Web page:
[Abstract] [Full Text HTML] [Full Text PDF] (in Japanese / 2264KB) [PDF: Members Only]

J.Jpn. Surg. Soc.. 124(4): 342-347, 2023

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Department of Cardiovascular Surgery, Tokyo Medical and Dental University, Tokyo, Japan

Tomoyuki Fujita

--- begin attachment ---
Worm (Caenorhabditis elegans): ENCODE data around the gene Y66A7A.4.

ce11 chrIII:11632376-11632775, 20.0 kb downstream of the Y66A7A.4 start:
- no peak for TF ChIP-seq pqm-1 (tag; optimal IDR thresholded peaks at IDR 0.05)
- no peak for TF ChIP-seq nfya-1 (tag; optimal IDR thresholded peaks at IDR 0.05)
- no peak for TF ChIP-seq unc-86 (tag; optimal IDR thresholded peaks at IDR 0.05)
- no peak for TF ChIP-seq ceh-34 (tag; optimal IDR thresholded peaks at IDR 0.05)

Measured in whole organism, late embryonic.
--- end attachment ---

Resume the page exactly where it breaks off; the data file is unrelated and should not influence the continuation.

In the past two to three decades, progress in minimally invasive cardiac surgical techniques has been possible due to advances in cardiopulmonary bypass, instrument design, and robotic surgical platforms. Robotic coronary artery bypass grafting (RCABG) has emerged as a minimally invasive technique for patients with coronary artery disease. RCABG eliminates the need for sternotomy and is associated with fewer complications, shorter hospital stays, and earlier return to work and functional activity. However, RCABG is a technically demanding surgery, although robotic internal thoracic artery (ITA) harvesting is not. ITA harvesting is the first step for RCABG. For the anastomosis, the U-Clip (Medtornic Inc., Minneapolis, MN) and Cardia Flex-A device (AesDex/B Braun, Tutlingen, Germany) were previously available (but are not now) to make coronary anastomosis easier and to shorten operation time. Since these are no longer available, anastomosis should now be formed manually. Recently, hybrid revascularization has become more standard, in which two ITAs are anastomosed to the coronary arteries on the left side and percutaneous coronary intervention is performed, mainly on the right side. With the advantages of ITA grafts, the short- and long-term outcomes are favorable, and this suggests the promising future of RCABG.

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